For the production of the LaFerrari’s underbody, carbon fibre is combined with aramid fibres (Kevlar from DuPont), which increase the structure’s resistance to impacts from road debris. After it has been laid up, the chassis is baked in an autoclave in two phases between 130°C and 150°C, using vacuum bags to remove any voids in the laminates.

Only 499 LaFerraris will be produced using this slow, expensive and labour-intensive process, but each will retail at more than £1m ($1.6m).

Resin-transfer moulding
For the production of CFRP components in higher volumes, carmakers – including Ferrari competitor McLaren Automotive – and their suppliers are turning to resin-transfer moulding (RTM) processes. Using RTM, a preform or dry fibre reinforcement is packed into a mould cavity, which is then closed and clamped. A catalysed, low-viscosity resin is then pumped into the mould under pressure, displacing the air at the edges, until the mould is filled. After the fill cycle, the cure cycle starts; the mould is heated and the resin polymerises to become a rigid plastic.

In 2010, McLaren awarded a €150m ($188m) contract to Mubea Carbo Tech for the production of 25,000 CFRP monocoques over eight years using an RTM process. Carbo Tech, which also supplies CFRP monocoques for Porsche’s 918 Spyder and Volkswagen’s XL1, claims to be able to manufacture ten of these structures per day.

BMW is unique in being the only carmaker that can produce CFRP structural parts in anything approaching high volumes. The German OEM has developed an RTM process for the production of CFRP components which it has steadily refined and automated over the last decade. It claims that it has cut the cost of producing CFRP body components by around 50% over this period. By using CFRP to produce the monocoque of its hybrid citycar, the i3, BMW has reduced the weight by 50% and 30% compared with steel and aluminium respectively.

BMWi3 sideframes
The production of the monocoque at BMW Leipzig is highly automated and begins with the preforming of stacks of carbon fibre received from the company's plant in Wackersdorf. The preforming of these stacks gives them a stable structure and enables them to be joined into larger components – a difficult and expensive process with steel or aluminium. For example, nine preforms are used to make a sideframe for the i3.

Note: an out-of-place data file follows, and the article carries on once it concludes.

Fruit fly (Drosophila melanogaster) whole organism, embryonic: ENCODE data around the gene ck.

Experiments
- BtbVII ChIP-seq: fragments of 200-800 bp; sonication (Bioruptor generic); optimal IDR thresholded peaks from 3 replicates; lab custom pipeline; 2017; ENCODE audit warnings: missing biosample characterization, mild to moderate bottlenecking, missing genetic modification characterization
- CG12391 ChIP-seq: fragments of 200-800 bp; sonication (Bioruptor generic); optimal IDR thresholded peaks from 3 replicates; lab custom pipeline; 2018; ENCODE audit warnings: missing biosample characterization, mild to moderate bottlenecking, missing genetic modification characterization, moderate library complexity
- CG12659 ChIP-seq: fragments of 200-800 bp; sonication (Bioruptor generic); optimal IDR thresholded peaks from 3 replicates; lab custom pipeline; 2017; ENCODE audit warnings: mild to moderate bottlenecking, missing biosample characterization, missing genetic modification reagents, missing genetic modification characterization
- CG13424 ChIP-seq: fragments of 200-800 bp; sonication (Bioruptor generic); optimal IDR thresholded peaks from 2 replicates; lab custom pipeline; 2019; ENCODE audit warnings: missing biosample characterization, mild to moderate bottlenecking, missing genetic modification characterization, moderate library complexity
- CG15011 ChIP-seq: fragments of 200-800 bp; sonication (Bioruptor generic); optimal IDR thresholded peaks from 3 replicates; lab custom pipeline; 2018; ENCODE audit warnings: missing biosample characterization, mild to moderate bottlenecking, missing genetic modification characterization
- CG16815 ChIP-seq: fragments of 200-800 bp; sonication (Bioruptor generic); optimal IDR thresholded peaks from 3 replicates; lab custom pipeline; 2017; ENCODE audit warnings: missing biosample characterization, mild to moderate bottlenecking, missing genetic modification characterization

These preforms are then joined and subjected to a high-pressure resin-transfer moulding (HPRTM) process, which enables the use of fast-reacting resin systems that wet the preforms quickly and efficiently – prerequisites for short cycle times.

Using HPRTM, a self-cleaning, high-pressure mixing head injects an epoxy system (Araldite LY 3585/Hardener XB 3458) from Huntsman Advanced Materials into the closed cavity of the mould and saturates the dry fibre preform inside, under high pressure. The duration of the process and the temperatures used are controlled precisely so that the resin and hardener are fully networked.

Compared with vacuum infusion and autoclave processes, cycle times are reduced from up to 24 hours to a matter of minutes, depending on the complexity and size of the component. Huntsman's system can cure in just five minutes at 100°C, meaning that an autoclave is not required. The part can be demoulded after just ten minutes.

The monocoque consists of significantly fewer components than comparable metal structures and these are joined together by robots using a polyurethane (PU) adhesive. The PU adhesive is only workable for 90 seconds after application and achieves full strength 90 minutes later – a tenfold acceleration over conventional times. The total bonding length per i3 monocoque is 173 metres.

BMW claims that it is able to output 70 vehicles a day using this process­ – still a relatively small number in comparison with cars produced using more conventional materials.

Class-A CFRP body panels
While processes for the high-volume production of CFRP structural components are in their infancy, methods for the incorporation of the material into other components are more advanced. For example, Gurit supplies CFRP components to Aston Martin and Ferrari, and claims that its Sprint Car Body Sheet (CBS) makes the production of class-A CFRP body panels economically viable in volumes of up to 40,000 per year from a single tool set.

Manufacturers are also starting to employ CFRPs in more unusual applications. For example, Carbo Tech has started to produce wheels from a combination of CFRP (for the outer rim) and aluminium (for the centre star). The company is able to manufacture up to 20,000 of these wheels a year using a fully automated RTM process, and they will debut on a number of 2016 models from German carmakers.